It was just a poster.
I found it at a gift shop, paging through a stack of fantastic horse posters, and for reasons I can’t quite explain, I found myself crying, looking at a poster of Secretariat, Seattle Slew, and Affirmed. There was nothing special about the shots; just a head shot of each on a classic green background, but being in the presence of even the idea of those three legends was overwhelming. When someone I was with came back looking for me, I had to go hide in the most boring corner of the shop I could find in order to pull myself together.
Secretariat lists number two on my list of all-time self-selected heroes. Quaid challenged me as to whether it was appropriate for people to have horse heroes, but I stand behind it. I cry every year at the Derby (if you have to ask which one… just, sigh), every other year at the Olympics, and every time I see a soldier combined with an American flag in a commercial. The thing about the champion horses, though, is that they are incorruptible, untarnishable heroes. They won’t cheat on their wives or turn up with an STD, nor will they take a swing at a cop after a bender or get caught in a picture with a joint or say something disillusioningly dull for a reporter to quote. All they do is run with great heart and great passion and great beauty.
I went into Secretariat with apprehensions of what meeting someone else’s idea of my hero would be like. It doesn’t take much artistic license to ruin a hero.
The story of Secretariat the horse is one of American mythology. There are two sides to this myth; the human side and the horse side, and the movie took a swing at them both. It completely screwed up the human side of the story (all but about 15 minutes of the movie), but I’ll let Quaid tell you about that; I plan to stick to the part of the movie that I chose to watch (he thinks I’m going to be upset about him panning the movie; don’t tell, but I actually appreciate him allowing me to ignore the glaring flaws with impunity).
In the horse-racing world, there are two characteristics that define champion horses: speed and endurance horses. The speed horses can have perfectly successful and profitable racing and stud careers as sprinters, but the super-stars are the distance horses – the ones that combine the two successfully. Every race that the layman has ever heard of is a distance race, more or less, and horses that are good at (or bred for) sprints rarely make good at the distances. Not that they don’t try.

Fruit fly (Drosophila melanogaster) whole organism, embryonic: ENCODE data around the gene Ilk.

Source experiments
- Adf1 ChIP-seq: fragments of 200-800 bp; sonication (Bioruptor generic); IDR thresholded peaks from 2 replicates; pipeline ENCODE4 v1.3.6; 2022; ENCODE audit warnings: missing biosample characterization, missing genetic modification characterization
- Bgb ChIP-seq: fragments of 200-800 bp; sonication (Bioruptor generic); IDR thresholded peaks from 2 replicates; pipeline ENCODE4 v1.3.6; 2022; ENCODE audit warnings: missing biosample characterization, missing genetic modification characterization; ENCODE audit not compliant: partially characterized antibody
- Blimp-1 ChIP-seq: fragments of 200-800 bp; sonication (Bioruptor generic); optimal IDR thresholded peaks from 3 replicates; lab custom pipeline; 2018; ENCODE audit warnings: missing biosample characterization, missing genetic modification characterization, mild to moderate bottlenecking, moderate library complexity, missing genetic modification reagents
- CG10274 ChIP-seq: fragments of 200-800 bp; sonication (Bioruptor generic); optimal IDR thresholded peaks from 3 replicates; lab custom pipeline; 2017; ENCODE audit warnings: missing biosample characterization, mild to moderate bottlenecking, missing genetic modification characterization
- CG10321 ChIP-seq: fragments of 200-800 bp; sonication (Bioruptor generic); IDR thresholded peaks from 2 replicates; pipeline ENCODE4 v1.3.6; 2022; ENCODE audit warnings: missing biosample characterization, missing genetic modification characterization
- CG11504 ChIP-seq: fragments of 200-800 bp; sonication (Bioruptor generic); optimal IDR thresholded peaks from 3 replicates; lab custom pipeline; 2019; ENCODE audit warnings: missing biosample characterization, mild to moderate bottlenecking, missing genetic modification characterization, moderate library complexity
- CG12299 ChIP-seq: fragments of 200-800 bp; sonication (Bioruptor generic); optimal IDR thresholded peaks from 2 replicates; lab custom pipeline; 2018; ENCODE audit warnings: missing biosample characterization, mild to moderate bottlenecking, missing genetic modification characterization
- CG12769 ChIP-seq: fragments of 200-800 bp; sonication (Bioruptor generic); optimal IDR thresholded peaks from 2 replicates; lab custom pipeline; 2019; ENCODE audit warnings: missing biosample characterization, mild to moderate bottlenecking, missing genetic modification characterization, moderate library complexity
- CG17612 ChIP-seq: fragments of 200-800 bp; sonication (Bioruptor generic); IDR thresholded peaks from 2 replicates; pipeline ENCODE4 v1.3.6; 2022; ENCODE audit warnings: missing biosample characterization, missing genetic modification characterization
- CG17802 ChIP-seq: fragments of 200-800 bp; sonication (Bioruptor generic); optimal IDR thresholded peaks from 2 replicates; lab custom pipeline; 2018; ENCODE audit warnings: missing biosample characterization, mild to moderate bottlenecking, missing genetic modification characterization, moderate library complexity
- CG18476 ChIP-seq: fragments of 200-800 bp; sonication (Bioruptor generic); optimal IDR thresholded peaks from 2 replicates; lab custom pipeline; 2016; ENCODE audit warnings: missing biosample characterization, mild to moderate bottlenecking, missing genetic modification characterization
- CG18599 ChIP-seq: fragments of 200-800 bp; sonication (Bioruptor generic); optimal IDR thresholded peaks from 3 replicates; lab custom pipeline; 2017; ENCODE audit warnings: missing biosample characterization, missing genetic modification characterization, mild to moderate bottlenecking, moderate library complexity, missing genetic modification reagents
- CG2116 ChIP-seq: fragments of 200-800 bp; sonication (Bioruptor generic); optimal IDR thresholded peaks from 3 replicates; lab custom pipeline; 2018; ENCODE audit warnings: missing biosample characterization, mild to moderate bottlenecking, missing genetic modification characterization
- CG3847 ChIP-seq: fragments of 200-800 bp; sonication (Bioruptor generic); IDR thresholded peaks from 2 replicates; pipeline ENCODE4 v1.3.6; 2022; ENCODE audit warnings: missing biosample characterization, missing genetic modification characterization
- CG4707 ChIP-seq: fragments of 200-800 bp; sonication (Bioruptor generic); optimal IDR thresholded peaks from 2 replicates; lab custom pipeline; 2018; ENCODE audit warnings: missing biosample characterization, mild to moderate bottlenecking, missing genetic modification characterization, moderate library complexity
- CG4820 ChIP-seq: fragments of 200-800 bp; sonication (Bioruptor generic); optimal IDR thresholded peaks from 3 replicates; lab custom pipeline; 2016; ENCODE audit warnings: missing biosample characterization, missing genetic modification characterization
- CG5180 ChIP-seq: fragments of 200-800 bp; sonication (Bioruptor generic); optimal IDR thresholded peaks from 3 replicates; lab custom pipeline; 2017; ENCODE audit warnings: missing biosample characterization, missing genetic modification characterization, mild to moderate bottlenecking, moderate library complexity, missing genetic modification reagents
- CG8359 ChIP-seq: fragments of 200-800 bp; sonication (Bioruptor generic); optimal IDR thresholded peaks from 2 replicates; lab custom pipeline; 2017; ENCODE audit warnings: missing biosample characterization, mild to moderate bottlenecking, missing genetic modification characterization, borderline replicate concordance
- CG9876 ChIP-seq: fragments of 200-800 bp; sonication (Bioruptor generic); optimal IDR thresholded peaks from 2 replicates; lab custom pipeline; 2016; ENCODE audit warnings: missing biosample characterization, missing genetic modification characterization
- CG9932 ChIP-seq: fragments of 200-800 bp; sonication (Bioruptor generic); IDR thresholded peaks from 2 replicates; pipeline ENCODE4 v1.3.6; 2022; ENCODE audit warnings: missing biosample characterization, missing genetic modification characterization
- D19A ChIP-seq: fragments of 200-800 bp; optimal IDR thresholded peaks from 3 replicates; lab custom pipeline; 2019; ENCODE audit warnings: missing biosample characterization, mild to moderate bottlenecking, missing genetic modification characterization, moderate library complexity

According to the movie, Secretariat was bred as a speed horse. He was branded a speed horse. And yet, after a very successful 2-year-old year (mostly captured in the movie with a gratuitous slow-motion shot of the final three strides to the wire – glorious), he was put on a path to run the Kentucky Derby and make a run for the Triple Crown. No one had done it in 25 years, and it was generally thought – as it is today – that it might never happen again. This is about as close as he ever professionally got to being an underdog.
This movie, from the horse side of the myth, is about glory. It’s about a horse with unmeasured talent and capability. A workout rider comments early in the movie that he’s just a big kid out playing around on the track. Running wasn’t a chore or a burden for him, it was simply what he did. The movie opens with a quote from Job about the power and the fearlessness of the horse, and it holds that romance. None of the dirt or the ill-temperedness or the smell of being around horses bleeds through. The idea of Secretariat is simply above all of that.
Unfortunately, though, the horse is not a character in this movie. He is an “it,” an over there, mostly a plot device for the human side of the myth. The only time he gets a real spotlight is when he’s racing, but honestly, just the three Triple Crown races justify the rest of the wading. And the Belmont, oh, the Belmont. I’m not sure how many of the people involved in making the movie actually got it, but the Belmont is the point of Secretariat. It is the crown jewel of the legend of Secretariat the horse, and the centerpiece of the aura of the Triple Crown.
If you don’t know the result of the three races, you need to see this movie. It is prerequisite American history. If you do know the result of the three races, in clear detail, you need to see this movie. Just ignore the fluff about the Denver housewife. The myth of Secretariat needs to be preserved in American culture. It’s that important.
Sport of kings, indeed.
- Would I see this movie opening weekend? Yes, yes, and again, yes.
- Will I see this movie in theaters again? There’s a good shot, depending on who asks me to go see it with them.
- Will I own this movie once it goes to DVD? There’s a very good shot this will end up on my Christmas list at some point in the future.